While the new government has to improve the glamour quotient of public transport and cycling to attract the rich of Delhi, it will also have to provide affordable travel options in a city where 63 per cent of the population can spend less than Rs 88 per day (as per NSSO data). A great many cannot afford Metro or even a bus. How will AAP make equity play out in this city? How AAP will be different from the past policy fetish of spending more than 80 per cent of the transport budget on road building and flyovers for thrill of speed of vehicles and not for mobility needs of masses—and fail in that too as congestion quickly saturates extra road space? Delhi’s 66 flyovers and signal free corridors have cut off walking, cycling access and public transport access; large number of localities are starved of reliable and frequent public transport services, and unsafe roads and crime compromise public transport usage. 

Sharing of road space

One of the biggest expectations from AAP is that it will voice the concerns of the commuting majority, the silent majority. If the inconvenience of the loud car owners in posh south Delhi colonies is nudging AAP towards backtracking on the principle of dedicated road space for bus users, walkers and cyclists then they should also find out the level of satisfaction of the majority of bus users on that small BRT corridor. That will encourage them to fix the current glitches and also extend this to become a full fledged network of bus corridors to effectively link origin and destination of the majority commuters. It might help to know that more than 55 per cent of people who travel on Delhi’s BRT corridor use the bus and our surveys have shown that 88 per cent of them are “happy” about the bus speed and improved journey time on that corridor. How can the voice of the majority remain so muted in our democracy?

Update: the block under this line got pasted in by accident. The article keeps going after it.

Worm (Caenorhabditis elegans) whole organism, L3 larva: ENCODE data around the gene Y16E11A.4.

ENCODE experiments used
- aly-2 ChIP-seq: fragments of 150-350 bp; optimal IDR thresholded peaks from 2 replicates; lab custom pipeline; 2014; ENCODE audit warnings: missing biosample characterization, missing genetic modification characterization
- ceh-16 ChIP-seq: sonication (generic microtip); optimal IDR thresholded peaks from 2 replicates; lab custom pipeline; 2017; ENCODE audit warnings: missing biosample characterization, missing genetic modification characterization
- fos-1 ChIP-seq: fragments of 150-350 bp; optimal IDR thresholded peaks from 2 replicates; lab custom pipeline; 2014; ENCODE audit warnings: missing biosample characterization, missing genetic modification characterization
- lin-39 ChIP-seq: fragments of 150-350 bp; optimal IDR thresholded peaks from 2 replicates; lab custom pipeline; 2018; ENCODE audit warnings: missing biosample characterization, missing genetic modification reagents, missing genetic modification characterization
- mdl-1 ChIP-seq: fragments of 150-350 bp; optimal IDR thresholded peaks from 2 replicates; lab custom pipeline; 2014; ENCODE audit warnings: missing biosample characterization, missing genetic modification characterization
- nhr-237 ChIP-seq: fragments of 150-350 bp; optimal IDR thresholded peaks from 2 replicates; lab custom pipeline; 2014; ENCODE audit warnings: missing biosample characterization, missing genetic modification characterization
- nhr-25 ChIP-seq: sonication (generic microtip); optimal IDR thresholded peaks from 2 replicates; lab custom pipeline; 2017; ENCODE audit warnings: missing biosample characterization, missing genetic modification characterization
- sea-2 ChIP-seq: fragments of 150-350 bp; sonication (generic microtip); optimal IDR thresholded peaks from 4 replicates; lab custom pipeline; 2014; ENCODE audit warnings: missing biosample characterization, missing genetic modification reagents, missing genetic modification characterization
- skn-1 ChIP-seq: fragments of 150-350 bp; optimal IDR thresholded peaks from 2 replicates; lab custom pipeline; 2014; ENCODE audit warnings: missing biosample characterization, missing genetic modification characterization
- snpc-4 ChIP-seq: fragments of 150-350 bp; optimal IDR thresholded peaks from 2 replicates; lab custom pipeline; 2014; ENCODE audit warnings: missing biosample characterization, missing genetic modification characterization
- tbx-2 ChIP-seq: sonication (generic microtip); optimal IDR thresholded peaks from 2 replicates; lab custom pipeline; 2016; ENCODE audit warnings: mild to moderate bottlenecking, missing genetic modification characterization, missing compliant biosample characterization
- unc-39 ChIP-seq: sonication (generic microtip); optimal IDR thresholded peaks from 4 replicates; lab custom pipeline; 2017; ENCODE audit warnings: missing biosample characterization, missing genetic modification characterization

As AAP now shoulders the responsibility of modernising the bus fleet and improving quality of service, speed, efficiency, frequency, and reliability at affordable prices, it should take on board the Transport Demand Forecast of RITES in 2011 that Delhi can achieve 80 per cent public transport ridership share by 2020 only if 73 per cent of this share is provided by dedicated bus lanes. The new buses can also attract the rich if it is comfortable and fast.

Yet AAP wants to read the high court judgement on BRT once again to know the legality to decide the fate of the bus corridor. But AAP should know that new transportation governance challenge cannot be reduced to a narrow legal question without establishing the right principles first. This can create serious fault line and fissures, putting sustainability at risk. If AAP truly aims to bring in the model of local governance based on popular consent, such referendum will need guiding principles of equity, sustainability and empowerment of the commoners’ voice.